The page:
InvestigationEven a monument like “Maus”, by Art Spiegelman, paid the price. Since the pandemic, school councils, which choose books for students, have intensified the blacklisting of books dealing with sex, gender or “race”. A cancel culture mainly practiced by the conservative camp.
Mary Ellen Cuzela approaches the wooden desk. At the microphone, his voice is perfectly calm, but a cold anger animates him. This resident of Katy, in the suburbs of Houston (Texas), in the United States, faces the members of the school council on which her children depend. It’s a routine meeting, one among many, one evening in November 2021, but, for her, it’s finally the opportunity to be heard. “We need your help and an immediate action plan to clean up the obscene, vulgar and pornographic books currently in libraries” establishments in the district, she says. In his right hand, Me and Earl and the Dying Girlby Jesse Andrews, which Katy high schoolers can find in their schools.
A novel where two high school friends tweak a film for a friend suffering from cancer. “I want to know how this book was approved and who approved it,” intimate Mary Ellen Cuzela. She opens the book, finds the page she had previously selected and reads a few excerpts, including a dialogue between the two young people who talk about “pussy eating”before the narrator notes that it often happens that one of them is “really rude”. She will not go further, the case is heard for her. “And it’s only one book. There are several hundred that we need to check in our libraries,” she concludes, to applause.
What can be read – or not
The scene, filmed, made the rounds of the media. The strategy paid off. In February, the school council had withdrawn ten books, dont Me and Earl and the Dying Girl, under the pretext of “generalized vulgarity”. Texas, Arizona, Wisconsin, Colorado, Pennsylvania, Florida, Illinois… Not a week goes by without the local or national press echoing a banned book, a book removed from a school curriculum or from the shelves of a school following a complaint from parents. It’s a conservative cancel culture. Sex, sexual identity, gender, racism, the pretexts are multiple and the censored titles numerous, such as Beloved, by Toni Morrison, The Scarlet Maid, de Margaret Atwood, All Boys Aren’t Blue, by George M. Johnson, or The hate we give, by Angie Thomas.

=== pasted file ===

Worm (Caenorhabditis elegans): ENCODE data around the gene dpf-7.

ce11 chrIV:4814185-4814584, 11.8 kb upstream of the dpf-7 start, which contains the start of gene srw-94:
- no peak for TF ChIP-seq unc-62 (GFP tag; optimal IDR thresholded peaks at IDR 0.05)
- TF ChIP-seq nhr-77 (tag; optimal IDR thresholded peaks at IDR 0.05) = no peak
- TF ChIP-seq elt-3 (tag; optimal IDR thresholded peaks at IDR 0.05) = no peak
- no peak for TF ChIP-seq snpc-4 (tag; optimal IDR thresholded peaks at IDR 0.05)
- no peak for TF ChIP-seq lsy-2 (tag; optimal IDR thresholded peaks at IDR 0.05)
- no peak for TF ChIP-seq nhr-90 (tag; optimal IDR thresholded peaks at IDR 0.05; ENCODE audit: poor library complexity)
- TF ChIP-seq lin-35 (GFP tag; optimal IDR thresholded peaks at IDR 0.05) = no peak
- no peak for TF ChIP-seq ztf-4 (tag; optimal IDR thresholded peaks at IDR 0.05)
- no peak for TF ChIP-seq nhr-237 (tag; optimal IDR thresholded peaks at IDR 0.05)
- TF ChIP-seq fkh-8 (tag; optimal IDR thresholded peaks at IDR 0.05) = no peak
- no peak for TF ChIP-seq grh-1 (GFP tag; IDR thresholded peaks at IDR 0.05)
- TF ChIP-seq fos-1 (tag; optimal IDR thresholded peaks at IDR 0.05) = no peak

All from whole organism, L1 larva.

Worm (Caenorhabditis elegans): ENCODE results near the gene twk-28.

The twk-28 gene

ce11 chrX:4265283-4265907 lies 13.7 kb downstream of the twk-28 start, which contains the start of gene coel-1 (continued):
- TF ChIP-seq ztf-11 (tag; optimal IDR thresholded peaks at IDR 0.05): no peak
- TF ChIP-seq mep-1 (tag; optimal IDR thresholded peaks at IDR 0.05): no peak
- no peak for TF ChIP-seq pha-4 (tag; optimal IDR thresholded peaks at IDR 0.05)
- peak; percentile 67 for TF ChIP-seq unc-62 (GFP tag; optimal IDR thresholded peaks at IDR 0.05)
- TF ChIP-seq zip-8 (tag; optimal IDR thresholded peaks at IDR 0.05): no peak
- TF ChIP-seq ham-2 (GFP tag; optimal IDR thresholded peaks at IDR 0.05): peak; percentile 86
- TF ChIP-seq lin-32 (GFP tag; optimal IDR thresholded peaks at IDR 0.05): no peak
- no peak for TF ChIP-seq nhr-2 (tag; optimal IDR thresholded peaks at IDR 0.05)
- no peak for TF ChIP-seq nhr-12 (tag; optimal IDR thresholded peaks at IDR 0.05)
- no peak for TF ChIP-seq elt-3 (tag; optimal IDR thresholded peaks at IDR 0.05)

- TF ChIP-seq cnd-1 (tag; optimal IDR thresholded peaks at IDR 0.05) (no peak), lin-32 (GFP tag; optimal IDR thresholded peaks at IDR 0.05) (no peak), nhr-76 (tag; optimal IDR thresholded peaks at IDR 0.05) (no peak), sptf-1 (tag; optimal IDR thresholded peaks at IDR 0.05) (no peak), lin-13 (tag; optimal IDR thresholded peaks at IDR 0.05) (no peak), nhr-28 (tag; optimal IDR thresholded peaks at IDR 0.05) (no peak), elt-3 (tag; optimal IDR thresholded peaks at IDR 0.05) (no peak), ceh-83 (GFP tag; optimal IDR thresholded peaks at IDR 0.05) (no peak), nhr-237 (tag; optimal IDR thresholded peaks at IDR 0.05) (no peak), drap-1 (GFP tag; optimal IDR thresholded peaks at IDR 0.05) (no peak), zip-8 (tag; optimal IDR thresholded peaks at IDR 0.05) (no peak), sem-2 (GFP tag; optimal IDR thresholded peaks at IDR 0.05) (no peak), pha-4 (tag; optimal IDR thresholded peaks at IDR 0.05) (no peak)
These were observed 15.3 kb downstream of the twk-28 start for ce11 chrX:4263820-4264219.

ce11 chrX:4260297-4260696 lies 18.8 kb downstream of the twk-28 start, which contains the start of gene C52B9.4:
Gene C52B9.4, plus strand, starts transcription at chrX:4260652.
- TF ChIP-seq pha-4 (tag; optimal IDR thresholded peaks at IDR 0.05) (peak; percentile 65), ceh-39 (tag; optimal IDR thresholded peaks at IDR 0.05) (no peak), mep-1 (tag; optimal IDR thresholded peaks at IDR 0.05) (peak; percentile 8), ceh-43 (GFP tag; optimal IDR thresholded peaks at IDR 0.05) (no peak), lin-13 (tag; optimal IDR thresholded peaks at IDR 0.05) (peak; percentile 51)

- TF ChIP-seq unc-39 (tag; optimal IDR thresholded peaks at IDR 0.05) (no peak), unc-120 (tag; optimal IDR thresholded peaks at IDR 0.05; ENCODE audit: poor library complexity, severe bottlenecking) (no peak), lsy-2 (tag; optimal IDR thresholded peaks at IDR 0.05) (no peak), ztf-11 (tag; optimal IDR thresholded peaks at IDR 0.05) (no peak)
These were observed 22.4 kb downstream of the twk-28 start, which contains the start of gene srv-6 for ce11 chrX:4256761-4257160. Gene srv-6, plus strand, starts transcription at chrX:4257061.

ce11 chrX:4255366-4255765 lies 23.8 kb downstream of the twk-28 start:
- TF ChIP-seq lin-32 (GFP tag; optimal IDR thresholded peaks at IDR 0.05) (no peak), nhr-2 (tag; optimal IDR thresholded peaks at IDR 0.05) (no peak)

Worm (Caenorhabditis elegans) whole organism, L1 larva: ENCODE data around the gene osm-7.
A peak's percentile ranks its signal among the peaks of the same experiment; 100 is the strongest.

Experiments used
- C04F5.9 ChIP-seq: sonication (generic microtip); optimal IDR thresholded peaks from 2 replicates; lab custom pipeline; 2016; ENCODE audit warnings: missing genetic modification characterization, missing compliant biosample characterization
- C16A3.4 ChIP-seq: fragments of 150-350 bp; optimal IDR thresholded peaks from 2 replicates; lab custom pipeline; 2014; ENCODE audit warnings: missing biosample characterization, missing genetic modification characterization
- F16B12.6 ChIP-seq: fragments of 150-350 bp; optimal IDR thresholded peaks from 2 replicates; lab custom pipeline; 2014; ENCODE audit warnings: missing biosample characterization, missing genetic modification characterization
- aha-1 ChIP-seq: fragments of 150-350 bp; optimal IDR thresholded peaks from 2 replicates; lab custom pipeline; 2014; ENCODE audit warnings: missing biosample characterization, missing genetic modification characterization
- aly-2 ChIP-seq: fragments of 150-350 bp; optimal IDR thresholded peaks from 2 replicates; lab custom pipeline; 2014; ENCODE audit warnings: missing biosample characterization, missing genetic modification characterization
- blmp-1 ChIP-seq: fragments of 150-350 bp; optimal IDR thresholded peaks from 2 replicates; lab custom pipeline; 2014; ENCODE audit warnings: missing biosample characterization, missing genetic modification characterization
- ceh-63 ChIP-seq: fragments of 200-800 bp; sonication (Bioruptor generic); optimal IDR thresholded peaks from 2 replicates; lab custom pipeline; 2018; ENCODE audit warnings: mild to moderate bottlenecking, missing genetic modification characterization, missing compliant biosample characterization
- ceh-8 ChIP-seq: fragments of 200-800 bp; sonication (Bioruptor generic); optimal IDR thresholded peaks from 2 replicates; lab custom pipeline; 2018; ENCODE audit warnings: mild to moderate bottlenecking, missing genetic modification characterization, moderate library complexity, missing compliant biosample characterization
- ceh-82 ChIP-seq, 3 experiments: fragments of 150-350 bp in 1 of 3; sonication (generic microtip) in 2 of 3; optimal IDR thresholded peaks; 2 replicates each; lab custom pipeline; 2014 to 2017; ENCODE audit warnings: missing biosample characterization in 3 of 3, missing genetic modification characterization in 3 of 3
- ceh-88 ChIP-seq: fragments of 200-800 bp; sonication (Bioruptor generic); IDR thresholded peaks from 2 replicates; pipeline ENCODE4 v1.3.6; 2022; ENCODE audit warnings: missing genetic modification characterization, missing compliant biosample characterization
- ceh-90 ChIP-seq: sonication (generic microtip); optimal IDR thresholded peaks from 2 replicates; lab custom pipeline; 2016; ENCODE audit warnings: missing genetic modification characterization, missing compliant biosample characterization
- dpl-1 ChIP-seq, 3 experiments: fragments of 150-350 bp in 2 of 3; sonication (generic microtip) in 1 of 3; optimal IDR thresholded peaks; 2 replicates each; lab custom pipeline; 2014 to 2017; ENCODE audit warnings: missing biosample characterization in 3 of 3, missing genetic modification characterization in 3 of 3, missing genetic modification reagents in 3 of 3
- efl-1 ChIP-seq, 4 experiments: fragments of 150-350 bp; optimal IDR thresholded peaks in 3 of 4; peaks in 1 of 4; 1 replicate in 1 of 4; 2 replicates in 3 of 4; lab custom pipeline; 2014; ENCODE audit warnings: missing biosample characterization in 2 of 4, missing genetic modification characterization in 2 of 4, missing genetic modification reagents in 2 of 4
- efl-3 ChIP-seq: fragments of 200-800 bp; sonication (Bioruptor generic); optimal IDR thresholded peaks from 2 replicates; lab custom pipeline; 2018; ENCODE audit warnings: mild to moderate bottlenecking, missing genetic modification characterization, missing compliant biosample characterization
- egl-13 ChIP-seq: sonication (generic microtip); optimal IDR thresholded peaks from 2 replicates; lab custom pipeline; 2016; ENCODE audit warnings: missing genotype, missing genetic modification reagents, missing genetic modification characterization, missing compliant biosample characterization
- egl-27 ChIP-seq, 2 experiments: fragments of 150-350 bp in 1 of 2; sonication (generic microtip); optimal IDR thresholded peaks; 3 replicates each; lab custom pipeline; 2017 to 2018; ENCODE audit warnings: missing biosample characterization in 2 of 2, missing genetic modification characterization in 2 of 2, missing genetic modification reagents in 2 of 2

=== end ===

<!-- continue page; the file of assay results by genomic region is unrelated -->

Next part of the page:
What was also the surprise of the cartoonist Art Spiegelman to learn, in January, that his Mouse, comic book monument on the Shoah, Pulitzer Prize 1992, would no longer be studied by students in 4e from a college in Tennessee. Unanimously, the school council qualified the content of “vulgar” and D’“inappropriate” – for eight swear words and a picture of a naked woman. In the progressive camp, the attacks also exist but are less numerous. The great classic of Harper Lee, Took no mockingbirdPulitzer Prize 1961, is thus regularly implicated or banned for “the staging of a character of “white savior” and the perception of the experience of black people”.
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